DTC sneaker brand Kizik is one of a slew of shoe startups vying to become the category’s next major success story.
The company’s sales grew more than 250% between 2021 and 2022; So far this year, Kizik has grown by about 60% over last year, and is nearing $250 million in sales.
With the momentum of online sales, now Kizik wants to gain greater market share by expanding into brick and mortar. Founded in 2017 by parent company HandsFree Labs as an online, direct-to-consumer business, Kizik’s marquee items are step-in sneakers, which allow wearers to slide their foot into the shoe without sitting, bending or kneeling. The company raised a $20 million Series B round last year to support the launch of new product lines and store openings. Since then, the brand has been expanding its collections but until this year, but has been primarily sold online. Kizik debuted in Nordstrom in April, and a month later opened its first store in Salt Lake City, where the company is headquartered.
Now, the company is currently looking at leases to open four to five stores in major cities around the country by the end of 2024. Kizik CEO Monte Deere told Modern Retail that the company has also attracted investment and leadership that he believes says can help Kizik build a business on par with Hoka or On. And to that end, the company also brought on Gretchen Weimer as chief merchandising officer this year, who comes to Kizik after spending seven years as Hoka’s global vice president of product. “She comes with optimism to build a brand at a similar rate to what Hoka was able to achieve,” Deere said.
Deere said Kizik’s patented technology acts as the basis of its design strategy. In 2019, HandsFree Labs received a minority stake investment from Nike as part of a deal to license HandsFree Labs’ patented tech and launch its own hands-free shoe designs, such as the Go FlyEase.
And while Kizik has been able to grow quickly as an e-commerce business, the main challenge of selling strictly online has been figuring out how to relay the comfortable fit and convenience of the brand’s styles. “We’ve been mainly using video to carefully show the step-in process,” Deere said, adding that he expects the added retail presence to increase conversion rates.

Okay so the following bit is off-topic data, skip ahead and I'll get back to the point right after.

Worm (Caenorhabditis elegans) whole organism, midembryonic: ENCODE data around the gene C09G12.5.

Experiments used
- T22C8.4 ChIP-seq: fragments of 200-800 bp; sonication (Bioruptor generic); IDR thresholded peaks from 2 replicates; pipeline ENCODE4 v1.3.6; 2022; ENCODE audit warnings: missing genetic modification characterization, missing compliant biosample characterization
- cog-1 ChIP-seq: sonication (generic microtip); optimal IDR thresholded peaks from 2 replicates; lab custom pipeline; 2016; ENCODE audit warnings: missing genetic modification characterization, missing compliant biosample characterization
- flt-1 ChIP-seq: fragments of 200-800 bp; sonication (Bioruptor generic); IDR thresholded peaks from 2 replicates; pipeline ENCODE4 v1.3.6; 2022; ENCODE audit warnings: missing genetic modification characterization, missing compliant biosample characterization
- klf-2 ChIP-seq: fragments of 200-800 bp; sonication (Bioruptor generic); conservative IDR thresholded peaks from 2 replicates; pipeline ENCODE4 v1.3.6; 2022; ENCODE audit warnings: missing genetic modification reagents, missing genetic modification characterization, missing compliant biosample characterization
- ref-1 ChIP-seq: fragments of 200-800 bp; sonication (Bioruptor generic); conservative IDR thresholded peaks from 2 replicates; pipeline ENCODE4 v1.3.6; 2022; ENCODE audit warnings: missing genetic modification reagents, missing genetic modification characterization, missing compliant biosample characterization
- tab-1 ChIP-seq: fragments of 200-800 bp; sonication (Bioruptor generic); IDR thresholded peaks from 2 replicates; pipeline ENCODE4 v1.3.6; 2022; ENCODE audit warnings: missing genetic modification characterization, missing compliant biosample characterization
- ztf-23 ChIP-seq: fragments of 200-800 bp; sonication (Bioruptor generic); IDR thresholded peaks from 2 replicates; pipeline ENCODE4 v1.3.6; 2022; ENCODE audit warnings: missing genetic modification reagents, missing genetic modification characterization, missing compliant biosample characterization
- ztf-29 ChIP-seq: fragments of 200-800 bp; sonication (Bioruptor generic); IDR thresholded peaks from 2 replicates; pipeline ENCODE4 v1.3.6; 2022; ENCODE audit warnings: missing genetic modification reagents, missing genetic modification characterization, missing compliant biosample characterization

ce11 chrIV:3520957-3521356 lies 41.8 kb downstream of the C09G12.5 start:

“With our store, we’re turning the shoe store experience on its head,” Deere said. “The first thing we do is ask visitors if they’ve tried our shoes and help them get them on immediately, which usually creates a surprise moment.” From there, customers then choose a color and style from the available inventory, which is displayed right on the sales floor.
With the expanded retail presence, Deere says the company is trying to expand its target audience. “For some — like those with disabilities, expecting mothers or the aging — it’s life changing,” he said. “Our target is that the shoes are for everyone,” he said.
While it’s still early days, Deere says Kizik’s brick-and-mortar conversion rate is promising.
At Kizik’s Salt Lake City store opening, the brand sold over 900 pairs of shoes on grand opening day, about triple the projected figure. Overall, the retail store conversion rate has been about 22%, surpassing Kizik’s expectation of 13% to 15%. Deere added that of customers who experienced the step-in process at the store, 75% purchased the shoes.
The brand initially launched at Nordstrom’s West Coast and Midwest locations, with more stores to be added this year. In the initial test with five Nordstrom stores and its website, Deere said Kizik’s sell-through rate was 72% for men’s shoes and 80% for women’s shoes during the first three weeks.
Brian Ehrig, partner in the consumer practice at Kearney, said that with an ever-crowded footwear market, “every specialty footwear brand needs to have a reason that differentiates them from the vast pool of competitors out there.”
He pointed to successful examples such as Crocs’ comfort during long standing periods, Hoka’s maximalist cushioning and New Balance various width options. “The idea that a startup could make a successful business out of the ease of slipping into their shoes isn’t so far-fetched, because it makes a lot of sense,” Ehrig said. “Who really wants to tie their shoes?”
Ehrig added that despite these white spaces in the category, there are also examples of trend-driven, hyped shoe brands whose sales eventually underwhelmed, such as Allbirds.
Kizik is also looking into international expansion, especially in regions where people take their shoes off multiple times per day in accordance with cultural customs. New styles are also on the way, with the introduction of seven more by the end of 2023, and will include a mid top style and a snow boot to cater.
“We’re trying to create a new category of convenience, so it’s not about performance but a lifestyle shoe for all occasions,” Deere said.